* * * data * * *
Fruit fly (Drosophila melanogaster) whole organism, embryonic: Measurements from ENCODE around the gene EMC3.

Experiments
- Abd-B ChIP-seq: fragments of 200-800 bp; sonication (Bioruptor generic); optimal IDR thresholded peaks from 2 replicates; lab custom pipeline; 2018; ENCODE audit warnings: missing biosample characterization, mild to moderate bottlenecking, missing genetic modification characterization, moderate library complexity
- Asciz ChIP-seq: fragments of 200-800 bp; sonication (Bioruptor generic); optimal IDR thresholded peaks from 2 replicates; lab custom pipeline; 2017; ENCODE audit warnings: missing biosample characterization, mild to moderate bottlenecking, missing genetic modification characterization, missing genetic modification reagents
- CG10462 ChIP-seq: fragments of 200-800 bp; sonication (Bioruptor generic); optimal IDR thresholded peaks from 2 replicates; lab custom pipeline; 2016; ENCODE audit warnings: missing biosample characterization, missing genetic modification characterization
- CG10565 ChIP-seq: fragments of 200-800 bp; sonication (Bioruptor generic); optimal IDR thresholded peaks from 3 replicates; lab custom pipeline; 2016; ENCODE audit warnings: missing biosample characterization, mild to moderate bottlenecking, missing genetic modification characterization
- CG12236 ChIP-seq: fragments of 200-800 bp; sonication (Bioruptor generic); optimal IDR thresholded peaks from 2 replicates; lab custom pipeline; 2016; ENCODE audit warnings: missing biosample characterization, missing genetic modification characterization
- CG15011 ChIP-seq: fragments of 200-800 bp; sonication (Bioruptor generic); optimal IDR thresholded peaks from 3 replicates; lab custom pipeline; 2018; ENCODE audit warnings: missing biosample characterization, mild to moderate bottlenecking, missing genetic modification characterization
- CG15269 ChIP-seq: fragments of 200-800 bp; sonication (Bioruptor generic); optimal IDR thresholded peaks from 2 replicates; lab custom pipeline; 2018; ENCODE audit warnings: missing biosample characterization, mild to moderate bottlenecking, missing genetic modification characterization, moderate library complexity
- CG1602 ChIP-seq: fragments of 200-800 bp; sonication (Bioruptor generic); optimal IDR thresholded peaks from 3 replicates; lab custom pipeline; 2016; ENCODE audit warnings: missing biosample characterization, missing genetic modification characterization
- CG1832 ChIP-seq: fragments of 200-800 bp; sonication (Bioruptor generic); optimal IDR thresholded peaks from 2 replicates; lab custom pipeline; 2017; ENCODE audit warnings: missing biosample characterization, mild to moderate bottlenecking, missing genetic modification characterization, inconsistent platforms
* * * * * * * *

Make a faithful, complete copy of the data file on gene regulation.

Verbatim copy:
Fruit fly (Drosophila melanogaster) whole organism, embryonic: Measurements from ENCODE around the gene EMC3.

Experiments
- Abd-B ChIP-seq: fragments of 200-800 bp; sonication (Bioruptor generic); optimal IDR thresholded peaks from 2 replicates; lab custom pipeline; 2018; ENCODE audit warnings: missing biosample characterization, mild to moderate bottlenecking, missing genetic modification characterization, moderate library complexity
- Asciz ChIP-seq: fragments of 200-800 bp; sonication (Bioruptor generic); optimal IDR thresholded peaks from 2 replicates; lab custom pipeline; 2017; ENCODE audit warnings: missing biosample characterization, mild to moderate bottlenecking, missing genetic modification characterization, missing genetic modification reagents
- CG10462 ChIP-seq: fragments of 200-800 bp; sonication (Bioruptor generic); optimal IDR thresholded peaks from 2 replicates; lab custom pipeline; 2016; ENCODE audit warnings: missing biosample characterization, missing genetic modification characterization
- CG10565 ChIP-seq: fragments of 200-800 bp; sonication (Bioruptor generic); optimal IDR thresholded peaks from 3 replicates; lab custom pipeline; 2016; ENCODE audit warnings: missing biosample characterization, mild to moderate bottlenecking, missing genetic modification characterization
- CG12236 ChIP-seq: fragments of 200-800 bp; sonication (Bioruptor generic); optimal IDR thresholded peaks from 2 replicates; lab custom pipeline; 2016; ENCODE audit warnings: missing biosample characterization, missing genetic modification characterization
- CG15011 ChIP-seq: fragments of 200-800 bp; sonication (Bioruptor generic); optimal IDR thresholded peaks from 3 replicates; lab custom pipeline; 2018; ENCODE audit warnings: missing biosample characterization, mild to moderate bottlenecking, missing genetic modification characterization
- CG15269 ChIP-seq: fragments of 200-800 bp; sonication (Bioruptor generic); optimal IDR thresholded peaks from 2 replicates; lab custom pipeline; 2018; ENCODE audit warnings: missing biosample characterization, mild to moderate bottlenecking, missing genetic modification characterization, moderate library complexity
- CG1602 ChIP-seq: fragments of 200-800 bp; sonication (Bioruptor generic); optimal IDR thresholded peaks from 3 replicates; lab custom pipeline; 2016; ENCODE audit warnings: missing biosample characterization, missing genetic modification characterization
- CG1832 ChIP-seq: fragments of 200-800 bp; sonication (Bioruptor generic); optimal IDR thresholded peaks from 2 replicates; lab custom pipeline; 2017; ENCODE audit warnings: missing biosample characterization, mild to moderate bottlenecking, missing genetic modification characterization, inconsistent platforms